Commissioner expresses Key Club project concerns

 

Commissioner expresses Key Club project concerns

 

Date: March 31, 2010
by: Kurt Schultheis | City Editor

 
 

A Longboat Key resident and Pennsylvania lawyer sent a letter to the commission last week that said making changes to the Islandside golf course for the Longboat Key Club and Resort’s Islandside renovation-and-expansion project may allow Key Club members to sue for a breach of contract.

Attaching his own membership contract, club member Francis Robinson pointed out a phrase that states that full membership includes “unlimited use of 45 holes of championship golf, two driving ranges with complimentary range balls, etc.”

Wrote Robinson: “By making changes applicable to the golf course and the use thereof may be subject to a claim by the golf members of inducing a breach of contract between the existing members and the privately owned Key Club owners and financiers.”

Those who sue, Robinson said, could ask for damages that include a $50,000 initial membership fee and a $12,000 annual golfing fee.

Robinson called it “highly doubtful” that the commission or the town’s bonding company would cover those types of damages.

Wrote Robinson: “And the taxpayers of the town should in no case be subjected to that risk of a lawsuit.”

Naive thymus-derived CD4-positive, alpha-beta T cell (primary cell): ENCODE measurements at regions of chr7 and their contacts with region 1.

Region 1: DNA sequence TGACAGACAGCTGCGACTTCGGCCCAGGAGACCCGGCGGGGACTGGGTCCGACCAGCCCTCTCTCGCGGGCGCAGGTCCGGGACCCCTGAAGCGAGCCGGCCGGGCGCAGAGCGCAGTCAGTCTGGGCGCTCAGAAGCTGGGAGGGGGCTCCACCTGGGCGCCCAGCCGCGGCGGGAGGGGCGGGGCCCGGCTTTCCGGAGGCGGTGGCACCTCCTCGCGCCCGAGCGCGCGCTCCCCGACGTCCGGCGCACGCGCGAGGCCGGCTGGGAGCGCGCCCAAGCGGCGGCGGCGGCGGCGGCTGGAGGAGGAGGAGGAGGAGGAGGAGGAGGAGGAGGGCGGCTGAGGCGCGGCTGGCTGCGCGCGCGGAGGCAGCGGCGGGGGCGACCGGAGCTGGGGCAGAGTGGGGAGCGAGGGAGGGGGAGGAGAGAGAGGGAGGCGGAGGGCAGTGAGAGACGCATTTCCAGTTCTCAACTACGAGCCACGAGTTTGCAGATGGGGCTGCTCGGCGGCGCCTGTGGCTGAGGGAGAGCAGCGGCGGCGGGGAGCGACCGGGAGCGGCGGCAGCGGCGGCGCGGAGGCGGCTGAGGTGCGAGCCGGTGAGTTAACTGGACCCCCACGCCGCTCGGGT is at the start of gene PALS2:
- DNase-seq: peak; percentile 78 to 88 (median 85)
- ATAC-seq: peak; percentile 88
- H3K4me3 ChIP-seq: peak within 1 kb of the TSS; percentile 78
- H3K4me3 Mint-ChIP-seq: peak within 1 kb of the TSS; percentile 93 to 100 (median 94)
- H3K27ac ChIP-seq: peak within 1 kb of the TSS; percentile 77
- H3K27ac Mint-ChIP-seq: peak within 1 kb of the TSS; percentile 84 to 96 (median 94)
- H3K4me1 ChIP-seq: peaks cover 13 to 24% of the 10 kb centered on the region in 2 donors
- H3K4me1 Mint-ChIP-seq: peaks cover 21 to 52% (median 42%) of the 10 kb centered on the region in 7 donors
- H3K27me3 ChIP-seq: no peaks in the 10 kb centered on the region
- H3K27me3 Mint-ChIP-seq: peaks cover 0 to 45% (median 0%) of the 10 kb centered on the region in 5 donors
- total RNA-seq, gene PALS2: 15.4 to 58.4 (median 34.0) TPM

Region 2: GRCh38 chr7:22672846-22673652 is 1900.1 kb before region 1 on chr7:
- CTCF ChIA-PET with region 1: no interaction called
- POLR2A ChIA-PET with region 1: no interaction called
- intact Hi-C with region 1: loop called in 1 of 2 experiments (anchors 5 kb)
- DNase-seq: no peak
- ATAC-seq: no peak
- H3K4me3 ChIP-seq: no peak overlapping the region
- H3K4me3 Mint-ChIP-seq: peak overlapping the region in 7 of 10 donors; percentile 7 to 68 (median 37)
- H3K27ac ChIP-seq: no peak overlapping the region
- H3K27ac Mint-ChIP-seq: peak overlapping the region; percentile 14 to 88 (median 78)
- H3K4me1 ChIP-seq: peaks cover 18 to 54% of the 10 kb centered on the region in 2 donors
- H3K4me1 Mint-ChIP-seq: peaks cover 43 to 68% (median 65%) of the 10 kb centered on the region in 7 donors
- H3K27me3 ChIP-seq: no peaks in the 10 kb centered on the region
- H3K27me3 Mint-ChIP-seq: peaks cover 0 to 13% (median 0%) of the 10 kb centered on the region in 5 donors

The letter triggered an e-mail sent by Commissioner Gene Jaleski to town attorney David Persson Saturday, March 27, in which Jaleski expressed concern with breach-of-contract issues and density-right issues raised about the Islandside project.

Jaleski also expressed concern with “unintended consequences” that may arise that would force a commissioner to pay for legal costs associated with a lawsuit.

Persson, in an e-mail response dated Tuesday, March 30, told Jaleski that state and local laws grant commissioners qualified immunity and indemnify them for acts arising out of their position as commissioners.

Persson also points out a section of the town code, which states that “the town shall indemnify and hold harmless its Town Commissioners from all personal liability for damages and costs, including court costs and attorney’s fees, arising out of claims, suits, litigation ... against these individuals because of acts or circumstances connected with or arising out of their official duty or employment ... ”

Persson also said if club members believe that something the town grants breaches agreements with the club, the members can bring legal action against the club, but not the town.

Contact Kurt Schulteis at kschulteis@yourobserver.com.
 

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